Microfiction in 300 Words: Peak betrayal

Patagonia

“Is here!” shouts our guide, and we crunch over to where the snowy cliff runs out. Miles below, unheard, a glacial river splashes. The space between the pearl-white peaks is silent. The air is paper thin.

Magnífico,” I whisper. Antonio turns and smiles, but I mean him, and his dark and sparkling eyes. I hand him the water.

Peter-the-Australian is watching the sunlight fade away.

“Where are we gonna stay tonight, then?” snorts Gemma, from behind. “My bloody feet!”

Antonio unlocks a splintery shack. There’s a rich smell of Andean wood, and something like alpaca.

“I can see me breath!” says Peter, shards curling.

“No mirror?” yells Gemma, pulling off her hat. “What about my hair?” and it tumbles loose, like silk.

We spoon up soup as the night turns blue, then black. Antonio uncorks a dusty bottle and four glasses, crystallized with frost.

“Can’t get a signal here,” says Gemma, vexed, but Peter (“You millennials!”) is already dealing out a pack of cards.

“We two,” says Antonio, winking at me, “Against Gemma. And Peter.”

We’re a team. (Tonight? Maybe tonight.)

“That’s not fair!” Gemma’s protesting, glossy-lipped; but an hour later, I take another sip, play my hand – and it all falls apart. Gemma whoops.

“I’m sorry – ” I turn to Antonio, but, “Is only a game,” he replies, knocking back his glass.

In the dark heart of the night, I feel my frozen way outside. The stars are speckled right down to the ground, as if the world has tilted. I listen in, too.

From somewhere in the shack, I hear a giggle.

The dawn’s like ice.

I hand him the water, but “Gemma!” he calls, and walks away. On a far peak, I see the snow come crashing down before I hear it.

© Joanna Rubery 2017

1001 Words: Niagara Flaws

Niagara Falls

Little Micky is singing a muffled Jingle Bells through her scarf as we finally pull off the highway in Niagara Falls, Ontario (pop: 78,000) after three hours of inky darkness. Then she changes the lyrics to Dunkin’ Donuts. Micky is adorably cute.

“Thanks to God, we make it in good time,” says Mr Chang from the front, blessing himself quickly.

“Michaela,” says his wife, snaking rosary beads through her twice-gloved fingers, “Why you not sing something nice about the baby Jesus?”

“Mom! Look! McDonald’s!” says young Tom, pressing his face to the cold glass.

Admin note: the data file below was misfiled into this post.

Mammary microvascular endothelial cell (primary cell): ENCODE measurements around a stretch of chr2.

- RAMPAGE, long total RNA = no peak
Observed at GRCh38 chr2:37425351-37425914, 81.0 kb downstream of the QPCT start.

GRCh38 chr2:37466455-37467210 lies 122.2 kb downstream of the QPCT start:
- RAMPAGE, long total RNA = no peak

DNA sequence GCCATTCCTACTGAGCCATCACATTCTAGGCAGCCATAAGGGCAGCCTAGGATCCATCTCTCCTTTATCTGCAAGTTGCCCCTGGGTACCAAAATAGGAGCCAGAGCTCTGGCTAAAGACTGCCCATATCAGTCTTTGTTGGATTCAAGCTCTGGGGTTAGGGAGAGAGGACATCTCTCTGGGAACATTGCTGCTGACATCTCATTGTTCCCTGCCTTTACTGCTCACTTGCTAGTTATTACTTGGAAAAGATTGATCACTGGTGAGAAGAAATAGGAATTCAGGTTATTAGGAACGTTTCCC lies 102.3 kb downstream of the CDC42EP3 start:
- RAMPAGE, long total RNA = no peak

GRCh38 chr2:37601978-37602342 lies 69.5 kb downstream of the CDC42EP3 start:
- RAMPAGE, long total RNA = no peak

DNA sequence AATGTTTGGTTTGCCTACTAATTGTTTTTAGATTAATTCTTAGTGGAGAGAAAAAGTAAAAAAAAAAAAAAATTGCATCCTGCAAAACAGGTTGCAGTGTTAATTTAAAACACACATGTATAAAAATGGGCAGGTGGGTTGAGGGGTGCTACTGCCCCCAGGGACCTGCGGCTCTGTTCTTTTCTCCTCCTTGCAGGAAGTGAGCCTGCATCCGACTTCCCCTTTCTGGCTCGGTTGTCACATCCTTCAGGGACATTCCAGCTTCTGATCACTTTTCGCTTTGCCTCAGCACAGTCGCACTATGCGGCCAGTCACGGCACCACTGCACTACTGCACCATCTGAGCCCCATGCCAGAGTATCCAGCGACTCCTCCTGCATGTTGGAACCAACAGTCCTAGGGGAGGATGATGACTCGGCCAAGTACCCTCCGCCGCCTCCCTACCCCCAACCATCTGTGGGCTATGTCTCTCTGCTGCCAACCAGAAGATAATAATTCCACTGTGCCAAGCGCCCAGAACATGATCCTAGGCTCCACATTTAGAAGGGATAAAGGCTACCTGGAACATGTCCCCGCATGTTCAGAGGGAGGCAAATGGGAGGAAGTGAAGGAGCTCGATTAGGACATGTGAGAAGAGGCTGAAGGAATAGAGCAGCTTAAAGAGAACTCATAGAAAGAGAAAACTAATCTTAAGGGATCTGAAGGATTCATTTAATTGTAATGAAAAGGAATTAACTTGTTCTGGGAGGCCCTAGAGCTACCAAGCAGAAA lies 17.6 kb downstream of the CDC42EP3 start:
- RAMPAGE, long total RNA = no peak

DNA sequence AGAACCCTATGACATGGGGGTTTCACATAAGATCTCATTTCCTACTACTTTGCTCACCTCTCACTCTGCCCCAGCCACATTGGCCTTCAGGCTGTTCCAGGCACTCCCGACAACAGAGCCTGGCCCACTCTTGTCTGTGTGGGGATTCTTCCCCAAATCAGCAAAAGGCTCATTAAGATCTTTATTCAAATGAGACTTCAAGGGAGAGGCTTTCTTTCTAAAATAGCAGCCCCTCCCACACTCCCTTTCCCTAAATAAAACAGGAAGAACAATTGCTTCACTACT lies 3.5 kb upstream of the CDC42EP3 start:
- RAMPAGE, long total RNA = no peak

“Niagara not far, ah?” says Mr Chang, turning to me and my boyfriend. “We blessed to live so close.”

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Microfiction: I 💔 New York

New York sidewalk

Rich roast bean, the crunch of toasted bagel: I’m watching the sun slide cleanly up over the Empire State into an unforeseen blue. The breeze bristles a thousand tiny leaves of hope. My heels echo down open avenues, cool and calm, just like you. I am walking to meet you in September sunshine, through sultry spice and melting mozzarella and scotch splashing on rocks and here you are, American Boy, here you are, and “I’m busy,” you say, and walk away, treading leaves, my heart, and other trash into the sidewalk. This coffee’s cold, and bitter.

© Joanna Rubery 2017

1001 Words: Peruvian Blues

Lake Llanganuco

The dogs have us up against an unfinished house, all bared fangs and throaty growls, until with a shout Mike throws his piece of spit-roast pig at them and we turn and flee past the alpaca having a siesta under the ATM and round the corner by the meat market where wizened women are smashing goats’ heads with cleavers in time to frantic panpipes, a rainbow of primary colours splattered with blood and bones. We dodge the naked chickens strung up like laundry, the reeking towers of animal teeth, and the small furry guinea pigs splayed open on plate after plate, a ghoulish banquet of snouts and claws. There’s barking from behind: we jump over buckets of guts, past twins playing chess and a tiny old man weeing like a garden ornament into the gutter. We fly by the boy selling oversized snails and the black-hatted girl roasting a hot glazed pig on a spit. We dart across the main square, through shrieking whistles and clashing car horns, dodging a toddler dancing in a feather headdress and – Mike yanks me back – a tuk-tuk streaking by like a meteor, spraying steady Latin beats, and then we make a final break for it up the dry, cracked hill in the thin mountain air, past the shaman at his stall, doing nothing, the flickering candles at the Madonna shrine, and a small monkey on a pole dressed in red and juggling nectarines which aren’t nectarines at all. A man sitting on a stool holding a euphonium plays a few low notes as we run by.

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